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A Facebook 'Like' is not constitutionally protected speech, says judge

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A District Judge has ruled that "liking" something on Facebook is not protected under the First Amendment right to freedom of speech.

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A District Judge has ruled that clicking "like" on Facebook does not warrant protection under the First Amendment right to freedom of speech. The decision came in a case where Daniel Ray Carter, an employee under Sheriff B.J. Roberts of Hampton, Virginia, was fired after "liking" the Facebook page of Robert's political opponent, Jim Adams. The court did not accept that clicking the button amounted to expressive speech, and should not be treated as such.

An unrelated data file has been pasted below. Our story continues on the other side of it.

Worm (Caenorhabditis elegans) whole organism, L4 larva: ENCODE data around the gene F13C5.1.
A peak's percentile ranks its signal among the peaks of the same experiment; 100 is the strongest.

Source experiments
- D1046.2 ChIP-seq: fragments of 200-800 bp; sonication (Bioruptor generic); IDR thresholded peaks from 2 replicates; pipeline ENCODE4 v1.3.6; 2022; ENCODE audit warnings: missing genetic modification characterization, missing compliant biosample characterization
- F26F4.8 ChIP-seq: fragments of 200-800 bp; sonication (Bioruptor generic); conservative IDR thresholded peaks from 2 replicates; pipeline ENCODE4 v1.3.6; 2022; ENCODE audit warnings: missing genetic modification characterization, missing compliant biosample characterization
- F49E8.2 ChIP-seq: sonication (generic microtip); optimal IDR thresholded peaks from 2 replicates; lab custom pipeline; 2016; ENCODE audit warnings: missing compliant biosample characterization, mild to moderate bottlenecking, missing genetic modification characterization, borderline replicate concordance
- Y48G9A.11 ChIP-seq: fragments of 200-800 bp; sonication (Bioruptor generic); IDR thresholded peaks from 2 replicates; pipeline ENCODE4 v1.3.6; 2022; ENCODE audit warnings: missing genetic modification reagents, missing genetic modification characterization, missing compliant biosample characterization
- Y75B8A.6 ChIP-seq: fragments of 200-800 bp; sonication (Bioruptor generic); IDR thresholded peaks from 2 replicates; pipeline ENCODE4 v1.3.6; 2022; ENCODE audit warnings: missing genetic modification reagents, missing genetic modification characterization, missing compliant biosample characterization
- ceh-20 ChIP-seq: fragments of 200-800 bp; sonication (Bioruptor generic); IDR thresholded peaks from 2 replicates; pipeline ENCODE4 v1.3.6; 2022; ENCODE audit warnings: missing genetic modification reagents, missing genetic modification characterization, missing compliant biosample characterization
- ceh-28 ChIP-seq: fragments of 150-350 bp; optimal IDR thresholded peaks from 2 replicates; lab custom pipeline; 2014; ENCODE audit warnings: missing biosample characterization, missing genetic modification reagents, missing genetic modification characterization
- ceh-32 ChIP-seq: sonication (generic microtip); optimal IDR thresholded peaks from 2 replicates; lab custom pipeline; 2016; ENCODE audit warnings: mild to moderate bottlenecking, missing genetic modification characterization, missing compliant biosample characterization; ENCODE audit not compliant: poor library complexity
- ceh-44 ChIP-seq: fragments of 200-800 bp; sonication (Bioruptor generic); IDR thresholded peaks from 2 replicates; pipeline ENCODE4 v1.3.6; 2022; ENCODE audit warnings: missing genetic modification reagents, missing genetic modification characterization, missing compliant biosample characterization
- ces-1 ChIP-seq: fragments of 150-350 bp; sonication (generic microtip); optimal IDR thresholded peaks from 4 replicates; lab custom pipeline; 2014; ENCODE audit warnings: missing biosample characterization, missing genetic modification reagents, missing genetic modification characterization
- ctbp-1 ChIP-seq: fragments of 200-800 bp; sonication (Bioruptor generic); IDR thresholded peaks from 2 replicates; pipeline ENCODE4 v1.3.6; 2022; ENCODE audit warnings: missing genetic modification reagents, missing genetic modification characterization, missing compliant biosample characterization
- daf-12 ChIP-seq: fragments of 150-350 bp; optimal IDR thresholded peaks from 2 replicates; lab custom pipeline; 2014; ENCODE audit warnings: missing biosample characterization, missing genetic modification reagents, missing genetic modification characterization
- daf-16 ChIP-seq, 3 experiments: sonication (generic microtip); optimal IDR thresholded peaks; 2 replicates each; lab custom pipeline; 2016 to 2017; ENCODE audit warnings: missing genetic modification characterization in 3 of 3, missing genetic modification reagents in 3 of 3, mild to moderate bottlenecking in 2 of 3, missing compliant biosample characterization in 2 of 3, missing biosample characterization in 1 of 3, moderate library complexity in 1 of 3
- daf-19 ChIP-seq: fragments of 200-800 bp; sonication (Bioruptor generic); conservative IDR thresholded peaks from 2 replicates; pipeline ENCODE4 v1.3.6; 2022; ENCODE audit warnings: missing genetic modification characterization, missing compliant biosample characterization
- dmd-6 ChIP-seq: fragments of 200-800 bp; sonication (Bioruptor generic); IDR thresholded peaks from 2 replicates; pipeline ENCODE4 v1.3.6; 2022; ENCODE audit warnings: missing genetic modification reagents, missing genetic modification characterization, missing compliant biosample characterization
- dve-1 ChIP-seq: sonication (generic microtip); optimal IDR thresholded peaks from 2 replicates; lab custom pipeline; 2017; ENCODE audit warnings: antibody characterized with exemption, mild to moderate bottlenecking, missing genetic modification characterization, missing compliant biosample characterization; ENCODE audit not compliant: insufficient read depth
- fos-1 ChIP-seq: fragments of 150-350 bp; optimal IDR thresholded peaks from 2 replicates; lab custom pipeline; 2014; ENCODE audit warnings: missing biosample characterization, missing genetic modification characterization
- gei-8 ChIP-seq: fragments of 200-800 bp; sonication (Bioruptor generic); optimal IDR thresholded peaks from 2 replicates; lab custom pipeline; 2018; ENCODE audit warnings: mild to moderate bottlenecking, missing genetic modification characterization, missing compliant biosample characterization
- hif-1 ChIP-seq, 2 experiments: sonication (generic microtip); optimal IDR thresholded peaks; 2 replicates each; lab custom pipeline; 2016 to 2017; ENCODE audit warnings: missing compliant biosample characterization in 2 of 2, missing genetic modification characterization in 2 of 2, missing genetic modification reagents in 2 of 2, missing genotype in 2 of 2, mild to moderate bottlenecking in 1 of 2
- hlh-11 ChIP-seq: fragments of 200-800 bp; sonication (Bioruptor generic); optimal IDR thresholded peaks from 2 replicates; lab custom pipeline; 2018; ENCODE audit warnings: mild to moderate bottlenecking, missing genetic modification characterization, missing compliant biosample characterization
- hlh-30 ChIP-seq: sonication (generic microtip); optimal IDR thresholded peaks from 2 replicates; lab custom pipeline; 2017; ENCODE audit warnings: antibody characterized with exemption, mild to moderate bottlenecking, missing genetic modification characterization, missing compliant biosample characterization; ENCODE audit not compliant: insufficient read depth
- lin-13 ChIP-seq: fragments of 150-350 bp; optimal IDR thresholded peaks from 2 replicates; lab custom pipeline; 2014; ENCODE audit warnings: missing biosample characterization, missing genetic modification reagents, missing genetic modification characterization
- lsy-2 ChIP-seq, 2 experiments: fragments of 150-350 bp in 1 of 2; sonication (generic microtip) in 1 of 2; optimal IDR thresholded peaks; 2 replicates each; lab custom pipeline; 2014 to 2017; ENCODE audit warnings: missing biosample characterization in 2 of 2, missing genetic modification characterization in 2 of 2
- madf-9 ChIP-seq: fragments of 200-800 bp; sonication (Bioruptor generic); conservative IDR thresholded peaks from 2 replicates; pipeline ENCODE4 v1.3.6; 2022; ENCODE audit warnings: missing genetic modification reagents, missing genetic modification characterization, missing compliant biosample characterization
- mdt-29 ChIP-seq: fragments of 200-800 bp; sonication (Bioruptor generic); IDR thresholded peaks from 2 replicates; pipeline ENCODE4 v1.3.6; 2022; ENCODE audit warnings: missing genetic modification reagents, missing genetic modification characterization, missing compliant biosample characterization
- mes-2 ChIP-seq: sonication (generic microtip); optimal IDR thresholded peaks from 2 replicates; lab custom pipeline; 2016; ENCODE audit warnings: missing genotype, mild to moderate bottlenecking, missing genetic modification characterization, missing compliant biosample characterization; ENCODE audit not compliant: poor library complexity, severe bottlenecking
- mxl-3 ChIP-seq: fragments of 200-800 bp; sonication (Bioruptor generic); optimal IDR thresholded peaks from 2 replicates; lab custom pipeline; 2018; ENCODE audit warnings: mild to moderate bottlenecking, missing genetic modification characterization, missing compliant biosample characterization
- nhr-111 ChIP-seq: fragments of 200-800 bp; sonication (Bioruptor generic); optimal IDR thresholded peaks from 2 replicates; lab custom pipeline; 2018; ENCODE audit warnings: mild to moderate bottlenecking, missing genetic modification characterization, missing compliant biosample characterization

Judge Raymond Jackson wrote that "merely 'liking' a Facebook page is insufficient speech to merit constitutional protection." He also added that in "cases where courts have found that constitutional speech protections extended to Facebook posts, actual statements existed in the record." The ruling had been criticized by some who claim that 'liking' something is a clear indication of opinion, especially in the context of politics. The American Civil Liberties Union (ACLU) argues that "just because the internet and social media tools are new, that does not mean they should be treated differently from more traditional forms of communication." It's likely that the matter will have to be resolved by a higher court.